"Is science a belief?" is the sort of question that philosophers ask. It might provide an interesting discussion, which is fair enough. But by the time all the philosophers have agreed on what the the answer is, science and engineering have split the atom, landed on the moon, invented the internet and cured half the forms of cancer. I don't think the answer really matters.
For what its worth, I see science as a process. You can believe in it or not but if you follow the process its science.
The style as we like is the humdrum.
The most you can say is that in full spectrum light in air an object has a certain colour that humans agree to call "Red", "white" or whatever.
I think my assumption is that an object's colour refers to its ability to reflect light of certain colours, even in the absence of any light. You see some funny colours for cars under orange street lights and the way my brain works is that is goes, "oh, your car looks a yucky brown green at the moment but it is really red."
An object is also reflecting light in wavelengths outside the visible spectrum - if you could see them the object would appear a differrent colour - colours our eyes and brains are not wired up to perceive, that we probably cant even imagine.
Outside of that range the term colour isn't really used. I know that sometimes infra red and ultra violet are referred to as colours but this is still close to the visible spectrum. If something blocks or reflects micro waves we don't describe it in terms of colours. Our notion of colour is both limited and defined by our organs of perception.
As opposed to what? Our misperception? Is it that ginger cats are ginger only when the sun is high, and then change colour at dusk to grey and at midnight to black? But we had somehow failed to spot this until our attention was drawn to the point ?as colour is merely our perception
Or are you using the notion of a thing's colour in an unusual way?
The style as we like is the humdrum.
i think not. science is something that people believe in because it's proven. while belief is something that we don't physically believe in, but we know that it exists.
Not much use as it turns out (unlike Schick and Vaughn's excellent primer on thinking "How To Think About Weird Things").
The only thing I remember from it now is that he thinks acupuncture is real and has been accepted by mainstream medical practice. (Some muddy water there, but the book came out only two years ago, so if he had really looked into it he wouldn't have written this chapter, instead of getting carried away with his scheme to introduce the concept of "scientism" as an over-riding "belief in science" (which shows he doesn't know what science is, to my mind... you wouldn't say that you "believe too strongly" in driving a car so that it stays on the road, after all!)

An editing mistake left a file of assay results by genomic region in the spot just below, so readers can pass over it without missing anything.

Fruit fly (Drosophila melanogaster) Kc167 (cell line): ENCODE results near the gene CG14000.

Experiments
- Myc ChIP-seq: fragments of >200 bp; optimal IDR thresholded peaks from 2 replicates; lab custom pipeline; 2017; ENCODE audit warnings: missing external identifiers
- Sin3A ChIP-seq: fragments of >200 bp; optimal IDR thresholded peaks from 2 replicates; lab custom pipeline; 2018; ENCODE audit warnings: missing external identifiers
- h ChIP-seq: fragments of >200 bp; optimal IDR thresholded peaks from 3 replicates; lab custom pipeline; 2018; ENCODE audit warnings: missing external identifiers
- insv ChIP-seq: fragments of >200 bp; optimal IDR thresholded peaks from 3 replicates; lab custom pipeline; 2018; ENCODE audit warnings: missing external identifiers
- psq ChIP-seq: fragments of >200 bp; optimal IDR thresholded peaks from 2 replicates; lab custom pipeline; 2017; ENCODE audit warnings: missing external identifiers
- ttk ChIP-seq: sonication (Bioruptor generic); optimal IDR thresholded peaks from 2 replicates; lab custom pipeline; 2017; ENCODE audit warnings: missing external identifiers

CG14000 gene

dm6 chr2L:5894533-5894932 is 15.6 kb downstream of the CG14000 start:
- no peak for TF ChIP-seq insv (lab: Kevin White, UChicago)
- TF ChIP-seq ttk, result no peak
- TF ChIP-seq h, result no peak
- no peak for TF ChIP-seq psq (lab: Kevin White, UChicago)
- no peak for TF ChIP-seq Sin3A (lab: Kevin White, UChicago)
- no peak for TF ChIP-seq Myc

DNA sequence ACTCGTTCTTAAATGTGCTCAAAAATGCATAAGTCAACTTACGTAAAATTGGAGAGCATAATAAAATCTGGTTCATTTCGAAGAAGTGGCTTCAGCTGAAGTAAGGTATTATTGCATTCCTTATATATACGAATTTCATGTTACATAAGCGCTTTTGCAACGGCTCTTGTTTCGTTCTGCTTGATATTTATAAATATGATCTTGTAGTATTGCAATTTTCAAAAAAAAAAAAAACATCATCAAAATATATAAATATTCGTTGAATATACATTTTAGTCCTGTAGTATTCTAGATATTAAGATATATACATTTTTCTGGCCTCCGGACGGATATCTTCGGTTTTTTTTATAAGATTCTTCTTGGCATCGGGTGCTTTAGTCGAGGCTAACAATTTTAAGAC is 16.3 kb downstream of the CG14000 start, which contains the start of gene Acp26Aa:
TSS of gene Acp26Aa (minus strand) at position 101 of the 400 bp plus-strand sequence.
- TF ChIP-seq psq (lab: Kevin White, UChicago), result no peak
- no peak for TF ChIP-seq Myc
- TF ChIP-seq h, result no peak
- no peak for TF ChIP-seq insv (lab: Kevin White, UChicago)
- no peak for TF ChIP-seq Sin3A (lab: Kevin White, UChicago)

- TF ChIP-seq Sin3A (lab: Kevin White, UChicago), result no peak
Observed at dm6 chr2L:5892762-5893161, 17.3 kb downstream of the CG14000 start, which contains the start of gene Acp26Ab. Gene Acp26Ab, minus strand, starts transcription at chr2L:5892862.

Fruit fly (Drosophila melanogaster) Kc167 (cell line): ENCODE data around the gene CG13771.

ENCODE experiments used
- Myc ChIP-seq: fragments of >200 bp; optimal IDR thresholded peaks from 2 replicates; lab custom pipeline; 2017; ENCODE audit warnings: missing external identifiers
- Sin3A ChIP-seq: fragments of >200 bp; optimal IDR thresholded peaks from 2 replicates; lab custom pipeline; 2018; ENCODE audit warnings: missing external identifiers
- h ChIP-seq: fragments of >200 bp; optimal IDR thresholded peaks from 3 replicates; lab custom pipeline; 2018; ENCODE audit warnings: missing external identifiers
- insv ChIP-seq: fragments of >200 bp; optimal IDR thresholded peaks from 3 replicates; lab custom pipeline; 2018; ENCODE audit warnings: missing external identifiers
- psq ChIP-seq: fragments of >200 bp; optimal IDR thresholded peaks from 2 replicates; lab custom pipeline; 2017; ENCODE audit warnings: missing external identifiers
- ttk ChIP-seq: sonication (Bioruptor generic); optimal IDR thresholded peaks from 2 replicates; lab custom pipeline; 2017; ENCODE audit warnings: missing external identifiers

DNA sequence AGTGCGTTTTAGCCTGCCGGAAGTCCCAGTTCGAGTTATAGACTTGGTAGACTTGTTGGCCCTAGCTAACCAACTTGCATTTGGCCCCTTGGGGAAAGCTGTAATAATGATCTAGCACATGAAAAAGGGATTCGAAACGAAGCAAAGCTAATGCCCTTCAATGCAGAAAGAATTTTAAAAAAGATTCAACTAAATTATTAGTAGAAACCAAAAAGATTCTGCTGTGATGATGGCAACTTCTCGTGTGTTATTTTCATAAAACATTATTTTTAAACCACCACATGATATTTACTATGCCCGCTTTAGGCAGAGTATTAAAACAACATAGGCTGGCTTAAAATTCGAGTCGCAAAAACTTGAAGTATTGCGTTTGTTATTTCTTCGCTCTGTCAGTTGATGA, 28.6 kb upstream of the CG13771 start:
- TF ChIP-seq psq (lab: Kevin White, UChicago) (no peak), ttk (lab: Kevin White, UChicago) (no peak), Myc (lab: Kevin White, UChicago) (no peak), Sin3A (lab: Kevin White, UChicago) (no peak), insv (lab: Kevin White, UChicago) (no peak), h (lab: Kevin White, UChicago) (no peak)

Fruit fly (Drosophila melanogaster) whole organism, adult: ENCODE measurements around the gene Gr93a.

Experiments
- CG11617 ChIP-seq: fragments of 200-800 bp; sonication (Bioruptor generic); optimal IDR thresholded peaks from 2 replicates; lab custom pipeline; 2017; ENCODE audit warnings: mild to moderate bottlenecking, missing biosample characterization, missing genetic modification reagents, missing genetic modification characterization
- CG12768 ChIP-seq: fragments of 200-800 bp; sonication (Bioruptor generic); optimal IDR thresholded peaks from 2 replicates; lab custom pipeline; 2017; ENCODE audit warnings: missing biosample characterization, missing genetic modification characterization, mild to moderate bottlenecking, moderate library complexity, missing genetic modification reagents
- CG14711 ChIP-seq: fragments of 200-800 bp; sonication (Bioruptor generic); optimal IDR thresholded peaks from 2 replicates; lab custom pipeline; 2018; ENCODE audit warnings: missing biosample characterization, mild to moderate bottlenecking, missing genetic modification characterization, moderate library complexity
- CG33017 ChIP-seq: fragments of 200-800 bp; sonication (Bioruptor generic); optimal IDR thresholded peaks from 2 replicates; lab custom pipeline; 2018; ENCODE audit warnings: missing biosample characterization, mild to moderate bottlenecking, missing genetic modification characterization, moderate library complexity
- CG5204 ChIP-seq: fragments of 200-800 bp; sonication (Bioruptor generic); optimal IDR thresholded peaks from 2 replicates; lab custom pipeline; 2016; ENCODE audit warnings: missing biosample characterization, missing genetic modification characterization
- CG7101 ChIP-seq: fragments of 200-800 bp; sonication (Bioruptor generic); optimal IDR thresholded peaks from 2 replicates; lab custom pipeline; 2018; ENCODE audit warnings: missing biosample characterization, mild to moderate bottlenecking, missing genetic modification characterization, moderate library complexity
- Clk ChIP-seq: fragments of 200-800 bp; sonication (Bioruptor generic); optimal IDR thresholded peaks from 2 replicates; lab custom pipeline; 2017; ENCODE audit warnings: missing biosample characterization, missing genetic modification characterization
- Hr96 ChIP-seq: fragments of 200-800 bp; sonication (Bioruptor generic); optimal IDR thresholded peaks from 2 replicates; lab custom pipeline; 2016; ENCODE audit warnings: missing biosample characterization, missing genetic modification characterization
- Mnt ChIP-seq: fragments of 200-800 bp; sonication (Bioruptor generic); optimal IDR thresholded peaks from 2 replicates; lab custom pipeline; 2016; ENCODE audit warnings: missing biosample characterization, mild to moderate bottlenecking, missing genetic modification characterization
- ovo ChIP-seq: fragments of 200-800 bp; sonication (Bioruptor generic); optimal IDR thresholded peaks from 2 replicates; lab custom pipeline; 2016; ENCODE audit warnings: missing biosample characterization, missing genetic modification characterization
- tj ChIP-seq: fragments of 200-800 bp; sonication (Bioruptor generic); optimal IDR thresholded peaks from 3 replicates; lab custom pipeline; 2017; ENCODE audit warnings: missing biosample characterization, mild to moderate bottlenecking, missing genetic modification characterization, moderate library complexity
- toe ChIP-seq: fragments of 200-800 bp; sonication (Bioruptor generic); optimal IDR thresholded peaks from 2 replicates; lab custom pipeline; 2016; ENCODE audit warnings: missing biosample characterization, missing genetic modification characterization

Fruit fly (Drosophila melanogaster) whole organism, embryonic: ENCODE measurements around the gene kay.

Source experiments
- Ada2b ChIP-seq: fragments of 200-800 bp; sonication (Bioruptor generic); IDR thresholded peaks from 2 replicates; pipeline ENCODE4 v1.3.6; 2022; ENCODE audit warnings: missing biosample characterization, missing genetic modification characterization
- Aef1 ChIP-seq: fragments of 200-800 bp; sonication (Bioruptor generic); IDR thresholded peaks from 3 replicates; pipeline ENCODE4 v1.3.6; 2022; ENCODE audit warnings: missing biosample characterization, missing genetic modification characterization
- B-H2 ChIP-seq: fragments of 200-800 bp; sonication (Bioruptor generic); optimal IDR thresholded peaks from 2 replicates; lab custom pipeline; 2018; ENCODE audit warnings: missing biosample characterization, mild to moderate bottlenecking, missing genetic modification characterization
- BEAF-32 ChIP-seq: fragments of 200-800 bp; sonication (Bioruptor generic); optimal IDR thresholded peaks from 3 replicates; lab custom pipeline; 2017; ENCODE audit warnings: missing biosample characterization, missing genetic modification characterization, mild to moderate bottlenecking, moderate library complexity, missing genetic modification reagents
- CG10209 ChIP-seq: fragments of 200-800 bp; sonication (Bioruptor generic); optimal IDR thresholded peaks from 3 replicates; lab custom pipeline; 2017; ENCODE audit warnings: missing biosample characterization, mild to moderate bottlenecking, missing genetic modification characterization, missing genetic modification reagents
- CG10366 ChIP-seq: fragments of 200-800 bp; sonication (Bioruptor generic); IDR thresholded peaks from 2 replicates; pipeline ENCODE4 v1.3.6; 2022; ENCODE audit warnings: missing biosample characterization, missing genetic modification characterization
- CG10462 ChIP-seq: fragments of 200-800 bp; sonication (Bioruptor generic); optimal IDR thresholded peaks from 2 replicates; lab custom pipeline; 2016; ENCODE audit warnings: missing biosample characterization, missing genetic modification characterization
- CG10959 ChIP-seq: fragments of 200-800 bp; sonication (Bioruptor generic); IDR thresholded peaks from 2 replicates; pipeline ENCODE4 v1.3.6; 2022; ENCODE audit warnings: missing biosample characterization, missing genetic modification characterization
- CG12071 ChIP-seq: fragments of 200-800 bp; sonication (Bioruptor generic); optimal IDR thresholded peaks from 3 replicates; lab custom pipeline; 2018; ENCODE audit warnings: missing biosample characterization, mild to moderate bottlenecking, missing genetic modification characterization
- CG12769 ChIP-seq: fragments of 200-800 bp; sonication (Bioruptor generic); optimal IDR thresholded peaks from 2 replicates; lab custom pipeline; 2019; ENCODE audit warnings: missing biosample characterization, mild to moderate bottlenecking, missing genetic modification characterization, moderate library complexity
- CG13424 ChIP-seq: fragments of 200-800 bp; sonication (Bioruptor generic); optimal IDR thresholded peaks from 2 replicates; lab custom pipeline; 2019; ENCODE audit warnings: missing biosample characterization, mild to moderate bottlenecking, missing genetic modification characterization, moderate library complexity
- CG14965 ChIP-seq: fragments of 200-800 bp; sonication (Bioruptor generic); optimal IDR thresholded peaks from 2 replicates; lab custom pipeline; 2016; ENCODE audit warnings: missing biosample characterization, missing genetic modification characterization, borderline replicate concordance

He has invented the concept of Knowledge Machines to describe the social institutions that "control" the currently accepted status quo in a particular area, such as medicine, and the criminal justice system etc. It's the old paradigm shift business from a slightly different perspective, really.
Anyway, he devotes a whole chapter to his conceit that "Scientism" prevented "science" from acknowledging acupuncture, and that a grassroots movement eventually caused science to accept the validity of acupuncture!
His ignorance is astonishing, and apparently he thinks that if some medical institutions (or possibly commercial health care provisioners etc) have been swayed by popular opinion into pandering to wishful thinking, it somehow exposes science as having been in the wrong! The complete mish mash of his thinking and research here exposes him as a bit of a fraud, to my mind, more interested in his clever construction than in the reality.
It's a shame really, because his chapter on the "recovered memory syndrome" fiascos of the 80s and 90s was quite good... but after reading this scientism drivel, I don't trust the rest of the book any more, so I wouldn't recommend it to anyone.
I wrote him an email to a university address in Oregon that I found online, but I've had no reply. From what it says on the back of the book, I suspect he's no longer there... either that or he doesn't want to consider that he may have been wrong.
All quite ironic, considering the book's subtitle!